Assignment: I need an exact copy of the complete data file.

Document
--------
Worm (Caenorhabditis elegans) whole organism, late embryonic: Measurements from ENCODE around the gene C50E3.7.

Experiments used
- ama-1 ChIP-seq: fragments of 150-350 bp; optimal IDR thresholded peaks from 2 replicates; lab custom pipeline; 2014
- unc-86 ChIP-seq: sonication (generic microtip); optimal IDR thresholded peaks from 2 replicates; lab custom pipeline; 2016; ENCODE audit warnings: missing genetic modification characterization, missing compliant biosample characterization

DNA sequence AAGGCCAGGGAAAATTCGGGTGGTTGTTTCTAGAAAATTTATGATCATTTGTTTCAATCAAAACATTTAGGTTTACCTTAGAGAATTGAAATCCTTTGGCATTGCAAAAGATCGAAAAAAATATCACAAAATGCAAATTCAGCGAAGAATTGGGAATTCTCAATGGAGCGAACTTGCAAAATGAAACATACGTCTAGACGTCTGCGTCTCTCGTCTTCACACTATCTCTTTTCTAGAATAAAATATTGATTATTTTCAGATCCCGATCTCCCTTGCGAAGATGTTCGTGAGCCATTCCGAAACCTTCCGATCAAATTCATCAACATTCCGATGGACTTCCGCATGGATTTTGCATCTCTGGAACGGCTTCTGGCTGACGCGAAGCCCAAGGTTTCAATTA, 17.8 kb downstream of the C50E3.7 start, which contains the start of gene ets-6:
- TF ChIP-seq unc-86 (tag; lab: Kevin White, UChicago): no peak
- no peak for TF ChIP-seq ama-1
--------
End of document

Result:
Worm (Caenorhabditis elegans) whole organism, late embryonic: Measurements from ENCODE around the gene C50E3.7.

Experiments used
- ama-1 ChIP-seq: fragments of 150-350 bp; optimal IDR thresholded peaks from 2 replicates; lab custom pipeline; 2014
- unc-86 ChIP-seq: sonication (generic microtip); optimal IDR thresholded peaks from 2 replicates; lab custom pipeline; 2016; ENCODE audit warnings: missing genetic modification characterization, missing compliant biosample characterization

DNA sequence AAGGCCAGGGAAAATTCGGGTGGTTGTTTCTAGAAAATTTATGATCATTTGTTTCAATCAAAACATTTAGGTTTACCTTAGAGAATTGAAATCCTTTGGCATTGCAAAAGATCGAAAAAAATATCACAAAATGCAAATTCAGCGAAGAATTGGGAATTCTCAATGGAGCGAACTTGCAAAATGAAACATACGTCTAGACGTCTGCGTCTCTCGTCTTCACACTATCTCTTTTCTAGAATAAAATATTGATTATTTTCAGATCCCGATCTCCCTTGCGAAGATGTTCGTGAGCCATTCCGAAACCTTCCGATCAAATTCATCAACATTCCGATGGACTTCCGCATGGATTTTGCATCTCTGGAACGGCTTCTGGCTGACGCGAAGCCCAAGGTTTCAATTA, 17.8 kb downstream of the C50E3.7 start, which contains the start of gene ets-6:
- TF ChIP-seq unc-86 (tag; lab: Kevin White, UChicago): no peak
- no peak for TF ChIP-seq ama-1